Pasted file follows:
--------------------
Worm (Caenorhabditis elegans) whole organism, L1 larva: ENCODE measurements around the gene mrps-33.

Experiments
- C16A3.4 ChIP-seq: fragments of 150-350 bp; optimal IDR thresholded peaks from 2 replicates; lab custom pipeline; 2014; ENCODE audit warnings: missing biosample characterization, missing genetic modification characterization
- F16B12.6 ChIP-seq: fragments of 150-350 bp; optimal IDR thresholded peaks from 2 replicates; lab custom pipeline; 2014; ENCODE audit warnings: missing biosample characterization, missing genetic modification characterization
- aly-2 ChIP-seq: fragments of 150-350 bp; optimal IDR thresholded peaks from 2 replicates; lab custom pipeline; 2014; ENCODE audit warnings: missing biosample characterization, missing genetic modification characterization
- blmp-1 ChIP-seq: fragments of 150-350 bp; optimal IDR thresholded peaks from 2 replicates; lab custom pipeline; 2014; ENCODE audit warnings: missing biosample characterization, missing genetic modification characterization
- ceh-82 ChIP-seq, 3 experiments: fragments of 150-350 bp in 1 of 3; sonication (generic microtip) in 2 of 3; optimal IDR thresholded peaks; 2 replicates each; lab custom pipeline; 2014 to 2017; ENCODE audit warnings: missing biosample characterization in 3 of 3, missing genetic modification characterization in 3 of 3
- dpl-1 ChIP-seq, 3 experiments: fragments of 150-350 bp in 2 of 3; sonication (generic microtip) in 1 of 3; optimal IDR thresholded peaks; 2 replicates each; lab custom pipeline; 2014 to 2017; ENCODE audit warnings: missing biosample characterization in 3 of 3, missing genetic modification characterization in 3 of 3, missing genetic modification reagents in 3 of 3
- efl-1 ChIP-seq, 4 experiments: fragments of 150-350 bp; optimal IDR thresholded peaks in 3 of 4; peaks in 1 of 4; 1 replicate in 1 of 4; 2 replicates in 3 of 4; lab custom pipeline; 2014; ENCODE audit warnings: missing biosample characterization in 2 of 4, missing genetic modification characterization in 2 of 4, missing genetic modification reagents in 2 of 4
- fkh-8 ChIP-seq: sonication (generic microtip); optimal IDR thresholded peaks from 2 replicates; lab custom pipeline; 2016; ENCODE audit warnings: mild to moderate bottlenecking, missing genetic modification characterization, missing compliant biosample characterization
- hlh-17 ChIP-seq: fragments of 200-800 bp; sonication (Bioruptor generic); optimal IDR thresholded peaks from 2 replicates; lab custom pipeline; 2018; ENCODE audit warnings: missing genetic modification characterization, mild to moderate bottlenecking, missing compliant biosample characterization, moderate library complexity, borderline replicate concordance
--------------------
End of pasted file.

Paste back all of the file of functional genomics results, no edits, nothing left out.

Worm (Caenorhabditis elegans) whole organism, L1 larva: ENCODE measurements around the gene mrps-33.

Experiments
- C16A3.4 ChIP-seq: fragments of 150-350 bp; optimal IDR thresholded peaks from 2 replicates; lab custom pipeline; 2014; ENCODE audit warnings: missing biosample characterization, missing genetic modification characterization
- F16B12.6 ChIP-seq: fragments of 150-350 bp; optimal IDR thresholded peaks from 2 replicates; lab custom pipeline; 2014; ENCODE audit warnings: missing biosample characterization, missing genetic modification characterization
- aly-2 ChIP-seq: fragments of 150-350 bp; optimal IDR thresholded peaks from 2 replicates; lab custom pipeline; 2014; ENCODE audit warnings: missing biosample characterization, missing genetic modification characterization
- blmp-1 ChIP-seq: fragments of 150-350 bp; optimal IDR thresholded peaks from 2 replicates; lab custom pipeline; 2014; ENCODE audit warnings: missing biosample characterization, missing genetic modification characterization
- ceh-82 ChIP-seq, 3 experiments: fragments of 150-350 bp in 1 of 3; sonication (generic microtip) in 2 of 3; optimal IDR thresholded peaks; 2 replicates each; lab custom pipeline; 2014 to 2017; ENCODE audit warnings: missing biosample characterization in 3 of 3, missing genetic modification characterization in 3 of 3
- dpl-1 ChIP-seq, 3 experiments: fragments of 150-350 bp in 2 of 3; sonication (generic microtip) in 1 of 3; optimal IDR thresholded peaks; 2 replicates each; lab custom pipeline; 2014 to 2017; ENCODE audit warnings: missing biosample characterization in 3 of 3, missing genetic modification characterization in 3 of 3, missing genetic modification reagents in 3 of 3
- efl-1 ChIP-seq, 4 experiments: fragments of 150-350 bp; optimal IDR thresholded peaks in 3 of 4; peaks in 1 of 4; 1 replicate in 1 of 4; 2 replicates in 3 of 4; lab custom pipeline; 2014; ENCODE audit warnings: missing biosample characterization in 2 of 4, missing genetic modification characterization in 2 of 4, missing genetic modification reagents in 2 of 4
- fkh-8 ChIP-seq: sonication (generic microtip); optimal IDR thresholded peaks from 2 replicates; lab custom pipeline; 2016; ENCODE audit warnings: mild to moderate bottlenecking, missing genetic modification characterization, missing compliant biosample characterization
- hlh-17 ChIP-seq: fragments of 200-800 bp; sonication (Bioruptor generic); optimal IDR thresholded peaks from 2 replicates; lab custom pipeline; 2018; ENCODE audit warnings: missing genetic modification characterization, mild to moderate bottlenecking, missing compliant biosample characterization, moderate library complexity, borderline replicate concordance